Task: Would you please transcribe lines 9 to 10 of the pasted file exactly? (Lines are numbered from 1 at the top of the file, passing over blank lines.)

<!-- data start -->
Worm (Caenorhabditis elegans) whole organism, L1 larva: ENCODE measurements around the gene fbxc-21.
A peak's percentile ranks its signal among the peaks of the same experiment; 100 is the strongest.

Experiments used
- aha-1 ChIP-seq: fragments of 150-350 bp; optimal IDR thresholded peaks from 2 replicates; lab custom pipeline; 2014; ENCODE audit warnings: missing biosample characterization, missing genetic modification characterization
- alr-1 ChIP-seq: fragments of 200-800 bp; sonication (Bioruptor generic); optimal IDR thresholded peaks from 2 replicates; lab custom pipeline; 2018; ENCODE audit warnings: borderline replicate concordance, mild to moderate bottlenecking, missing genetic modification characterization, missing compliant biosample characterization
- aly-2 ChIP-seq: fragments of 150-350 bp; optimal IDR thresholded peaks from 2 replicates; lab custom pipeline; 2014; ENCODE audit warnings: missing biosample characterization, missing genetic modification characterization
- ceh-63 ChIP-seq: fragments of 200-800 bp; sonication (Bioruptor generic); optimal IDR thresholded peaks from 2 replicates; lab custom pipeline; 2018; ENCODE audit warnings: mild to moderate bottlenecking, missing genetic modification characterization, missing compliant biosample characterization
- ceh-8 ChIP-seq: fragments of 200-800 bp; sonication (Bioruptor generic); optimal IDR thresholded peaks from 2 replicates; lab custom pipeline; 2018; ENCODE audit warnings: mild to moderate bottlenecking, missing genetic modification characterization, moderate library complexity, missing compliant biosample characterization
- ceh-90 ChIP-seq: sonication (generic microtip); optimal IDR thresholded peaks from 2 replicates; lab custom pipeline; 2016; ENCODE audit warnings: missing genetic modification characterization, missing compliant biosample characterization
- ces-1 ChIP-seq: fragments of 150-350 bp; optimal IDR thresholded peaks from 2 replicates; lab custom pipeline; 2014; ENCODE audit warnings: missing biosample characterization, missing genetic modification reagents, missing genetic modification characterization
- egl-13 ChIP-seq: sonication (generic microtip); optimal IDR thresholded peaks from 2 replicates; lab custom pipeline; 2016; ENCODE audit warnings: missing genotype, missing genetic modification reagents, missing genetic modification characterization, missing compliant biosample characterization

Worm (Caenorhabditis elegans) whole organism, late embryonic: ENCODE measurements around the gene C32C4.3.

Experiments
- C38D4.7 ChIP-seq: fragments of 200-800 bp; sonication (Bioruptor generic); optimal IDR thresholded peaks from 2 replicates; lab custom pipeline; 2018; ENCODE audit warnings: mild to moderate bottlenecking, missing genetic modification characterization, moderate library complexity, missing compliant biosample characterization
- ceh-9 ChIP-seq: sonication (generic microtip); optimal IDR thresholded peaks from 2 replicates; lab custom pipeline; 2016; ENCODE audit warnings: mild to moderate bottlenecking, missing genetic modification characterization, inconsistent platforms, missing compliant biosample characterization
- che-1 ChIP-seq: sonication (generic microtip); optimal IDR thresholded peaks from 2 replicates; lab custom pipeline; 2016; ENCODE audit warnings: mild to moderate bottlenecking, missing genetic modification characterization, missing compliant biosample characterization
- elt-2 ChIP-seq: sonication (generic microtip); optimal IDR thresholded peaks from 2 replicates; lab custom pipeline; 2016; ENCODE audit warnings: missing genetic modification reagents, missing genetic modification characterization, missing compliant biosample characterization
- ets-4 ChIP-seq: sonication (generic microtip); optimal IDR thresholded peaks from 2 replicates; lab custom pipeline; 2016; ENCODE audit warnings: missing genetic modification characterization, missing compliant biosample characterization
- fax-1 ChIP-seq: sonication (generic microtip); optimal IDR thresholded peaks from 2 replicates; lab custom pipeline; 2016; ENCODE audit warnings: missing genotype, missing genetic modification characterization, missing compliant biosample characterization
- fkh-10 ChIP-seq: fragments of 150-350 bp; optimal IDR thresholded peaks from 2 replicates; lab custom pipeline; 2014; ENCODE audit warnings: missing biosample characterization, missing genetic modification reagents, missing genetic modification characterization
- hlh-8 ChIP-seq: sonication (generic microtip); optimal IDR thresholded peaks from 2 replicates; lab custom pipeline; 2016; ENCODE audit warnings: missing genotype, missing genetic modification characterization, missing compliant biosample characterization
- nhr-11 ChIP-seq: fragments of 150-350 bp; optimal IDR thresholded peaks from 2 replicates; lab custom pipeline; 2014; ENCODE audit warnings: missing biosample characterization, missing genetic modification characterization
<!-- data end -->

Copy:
- ceh-90 ChIP-seq: sonication (generic microtip); optimal IDR thresholded peaks from 2 replicates; lab custom pipeline; 2016; ENCODE audit warnings: missing genetic modification characterization, missing compliant biosample characterization
- ces-1 ChIP-seq: fragments of 150-350 bp; optimal IDR thresholded peaks from 2 replicates; lab custom pipeline; 2014; ENCODE audit warnings: missing biosample characterization, missing genetic modification reagents, missing genetic modification characterization